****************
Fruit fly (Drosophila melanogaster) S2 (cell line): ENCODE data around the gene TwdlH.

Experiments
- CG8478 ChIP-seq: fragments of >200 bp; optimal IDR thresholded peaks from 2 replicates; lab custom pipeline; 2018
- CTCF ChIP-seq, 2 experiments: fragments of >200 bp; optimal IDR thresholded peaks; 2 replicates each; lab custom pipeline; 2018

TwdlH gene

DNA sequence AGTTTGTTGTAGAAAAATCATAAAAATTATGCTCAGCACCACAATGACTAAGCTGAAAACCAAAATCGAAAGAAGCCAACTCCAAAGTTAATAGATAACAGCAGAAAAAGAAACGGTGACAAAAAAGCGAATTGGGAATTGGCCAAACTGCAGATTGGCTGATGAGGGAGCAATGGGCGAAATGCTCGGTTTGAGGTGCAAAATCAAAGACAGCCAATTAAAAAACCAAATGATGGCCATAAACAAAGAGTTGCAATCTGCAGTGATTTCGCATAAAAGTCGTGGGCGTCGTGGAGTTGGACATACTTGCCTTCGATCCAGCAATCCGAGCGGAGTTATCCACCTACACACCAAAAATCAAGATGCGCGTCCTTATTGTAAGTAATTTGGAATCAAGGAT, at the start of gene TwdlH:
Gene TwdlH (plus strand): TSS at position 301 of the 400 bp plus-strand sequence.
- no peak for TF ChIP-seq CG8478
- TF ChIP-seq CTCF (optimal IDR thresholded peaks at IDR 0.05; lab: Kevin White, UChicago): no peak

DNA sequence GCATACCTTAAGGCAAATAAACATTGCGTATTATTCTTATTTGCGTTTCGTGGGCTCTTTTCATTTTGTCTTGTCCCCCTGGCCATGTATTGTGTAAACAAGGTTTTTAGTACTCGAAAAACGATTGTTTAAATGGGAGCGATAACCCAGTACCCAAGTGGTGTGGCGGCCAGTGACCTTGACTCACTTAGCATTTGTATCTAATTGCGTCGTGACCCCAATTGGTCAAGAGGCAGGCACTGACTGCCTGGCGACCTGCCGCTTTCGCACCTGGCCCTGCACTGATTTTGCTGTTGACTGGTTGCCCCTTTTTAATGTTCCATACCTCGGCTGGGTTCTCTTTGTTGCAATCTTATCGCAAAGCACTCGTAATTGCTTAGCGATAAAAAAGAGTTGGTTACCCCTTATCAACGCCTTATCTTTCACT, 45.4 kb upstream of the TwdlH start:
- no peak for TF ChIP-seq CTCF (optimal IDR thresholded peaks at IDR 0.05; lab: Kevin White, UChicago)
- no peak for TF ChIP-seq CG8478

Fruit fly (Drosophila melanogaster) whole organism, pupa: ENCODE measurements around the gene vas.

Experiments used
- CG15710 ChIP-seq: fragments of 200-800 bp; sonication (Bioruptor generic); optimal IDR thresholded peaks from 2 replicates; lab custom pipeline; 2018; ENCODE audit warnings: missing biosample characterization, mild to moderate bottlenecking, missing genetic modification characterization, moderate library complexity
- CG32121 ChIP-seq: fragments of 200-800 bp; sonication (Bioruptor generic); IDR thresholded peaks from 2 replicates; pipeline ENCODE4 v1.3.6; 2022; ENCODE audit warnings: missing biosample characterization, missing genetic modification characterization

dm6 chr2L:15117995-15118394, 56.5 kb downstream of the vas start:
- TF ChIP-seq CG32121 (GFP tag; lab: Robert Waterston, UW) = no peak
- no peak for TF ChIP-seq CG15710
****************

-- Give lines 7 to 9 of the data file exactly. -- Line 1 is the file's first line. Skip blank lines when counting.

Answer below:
Gene TwdlH (plus strand): TSS at position 301 of the 400 bp plus-strand sequence.
- no peak for TF ChIP-seq CG8478
- TF ChIP-seq CTCF (optimal IDR thresholded peaks at IDR 0.05; lab: Kevin White, UChicago): no peak